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Public Statements

Student Loans

Floor Speech

By:
Date:
Location: Washington, DC

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Mr. RYAN of Ohio. I thank the gentlelady, who is also a graduate of the University of New Hampshire Law School--two proud graduates.

I would just like to chime in and talk a little bit because Ohio is a State that, since the inception of the State into the Union, we have always, in Ohio, made investments into our schools, our colleges, our universities through the land grant system and whatnot, because there was always this deep appreciation for education, knowing that as we move, as this country moved throughout the industrial age into the information age now, how essential it is for our kids to be able to go to school and to be able to go to community college and to be able to go to college and to be able to take a loan out, which many, many years ago they really didn't have to do because the Pell Grant was at a level that they didn't really necessarily need a loan. You could get a part-time job or a summer job or work back in your community throughout the year, over the holidays, and be able to supplement. Your parents could help out a little bit, and you would be able to get an education.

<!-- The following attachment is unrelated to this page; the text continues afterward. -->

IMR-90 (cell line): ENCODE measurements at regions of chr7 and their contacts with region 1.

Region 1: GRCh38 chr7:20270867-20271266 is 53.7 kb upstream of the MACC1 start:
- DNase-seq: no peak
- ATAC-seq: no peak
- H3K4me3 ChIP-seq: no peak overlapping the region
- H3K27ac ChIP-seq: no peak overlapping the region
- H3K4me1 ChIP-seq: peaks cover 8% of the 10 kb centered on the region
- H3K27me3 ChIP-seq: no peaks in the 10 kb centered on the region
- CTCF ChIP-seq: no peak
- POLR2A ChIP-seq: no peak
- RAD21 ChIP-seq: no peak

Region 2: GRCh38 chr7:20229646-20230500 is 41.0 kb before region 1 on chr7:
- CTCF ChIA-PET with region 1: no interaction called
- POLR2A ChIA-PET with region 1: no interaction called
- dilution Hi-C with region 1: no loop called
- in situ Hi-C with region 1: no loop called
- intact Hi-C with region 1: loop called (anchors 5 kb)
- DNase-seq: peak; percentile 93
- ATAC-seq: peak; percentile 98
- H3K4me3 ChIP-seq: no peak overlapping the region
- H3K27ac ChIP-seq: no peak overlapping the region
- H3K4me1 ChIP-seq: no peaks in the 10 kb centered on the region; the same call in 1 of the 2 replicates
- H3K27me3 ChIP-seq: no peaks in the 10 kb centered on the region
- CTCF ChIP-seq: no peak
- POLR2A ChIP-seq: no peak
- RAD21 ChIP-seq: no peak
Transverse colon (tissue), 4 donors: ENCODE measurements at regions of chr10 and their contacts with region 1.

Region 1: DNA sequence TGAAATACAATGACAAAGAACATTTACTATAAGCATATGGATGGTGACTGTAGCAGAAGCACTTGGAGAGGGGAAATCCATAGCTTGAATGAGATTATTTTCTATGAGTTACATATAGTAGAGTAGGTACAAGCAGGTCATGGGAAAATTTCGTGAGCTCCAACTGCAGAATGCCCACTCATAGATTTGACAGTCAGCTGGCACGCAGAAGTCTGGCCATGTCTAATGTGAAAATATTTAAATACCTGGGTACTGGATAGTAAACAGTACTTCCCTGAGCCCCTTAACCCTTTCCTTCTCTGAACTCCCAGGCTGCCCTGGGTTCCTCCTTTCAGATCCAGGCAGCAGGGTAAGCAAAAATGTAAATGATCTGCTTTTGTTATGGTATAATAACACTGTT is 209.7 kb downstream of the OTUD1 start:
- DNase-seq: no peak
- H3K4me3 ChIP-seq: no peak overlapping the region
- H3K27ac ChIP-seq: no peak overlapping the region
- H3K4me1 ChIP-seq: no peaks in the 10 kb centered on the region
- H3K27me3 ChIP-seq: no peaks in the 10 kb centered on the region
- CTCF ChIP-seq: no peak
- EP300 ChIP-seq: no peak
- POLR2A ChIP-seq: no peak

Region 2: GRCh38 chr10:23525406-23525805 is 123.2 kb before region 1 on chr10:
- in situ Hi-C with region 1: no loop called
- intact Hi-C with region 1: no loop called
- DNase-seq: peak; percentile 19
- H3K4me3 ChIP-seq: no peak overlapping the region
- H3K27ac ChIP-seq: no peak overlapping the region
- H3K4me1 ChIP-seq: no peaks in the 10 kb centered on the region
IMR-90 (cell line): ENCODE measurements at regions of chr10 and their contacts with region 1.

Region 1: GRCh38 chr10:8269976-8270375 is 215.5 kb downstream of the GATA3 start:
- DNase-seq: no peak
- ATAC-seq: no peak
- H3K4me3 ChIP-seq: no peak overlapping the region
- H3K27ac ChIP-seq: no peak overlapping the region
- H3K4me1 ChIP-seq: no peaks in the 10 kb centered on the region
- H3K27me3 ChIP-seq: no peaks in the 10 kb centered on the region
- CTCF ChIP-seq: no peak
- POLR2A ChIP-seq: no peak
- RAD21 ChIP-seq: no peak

Today, because of the explosion in education costs, many of us believe that there is a responsibility for all of us collectively as a society to do something that we can't do on our own, and that's make investments in education and allow every citizen in this country, if they want to, to go to college. But knowing that not everyone wants to go to college, maybe they want to go to community college, which is fine, but it's about ramping up the education level in the United States of America, and it's about making sure that it's affordable.

This is kind of a divisive issue here in Congress. Today, it came to a head right here on the House floor, where there was one side of the aisle that said we want to make these investments and make sure that the student loan rates don't double to 6.8 percent from 3.4 percent because that will be a burden on middle class families and that will be a further burden on parents who are cosigning or paying these student loans, or more of a burden for the student who wants to graduate from college and then maybe go out and have a decent start in life without a $20,000 or $30,000 or $40,000-a-year debt hanging over their head. That would do a lot to stimulate the economy. And we have the other side who said, well, we don't want to do that, but the political pressure got so hot that we're going to do that, and we're going to take it out of screenings for poor and middle class women to get cancer screenings.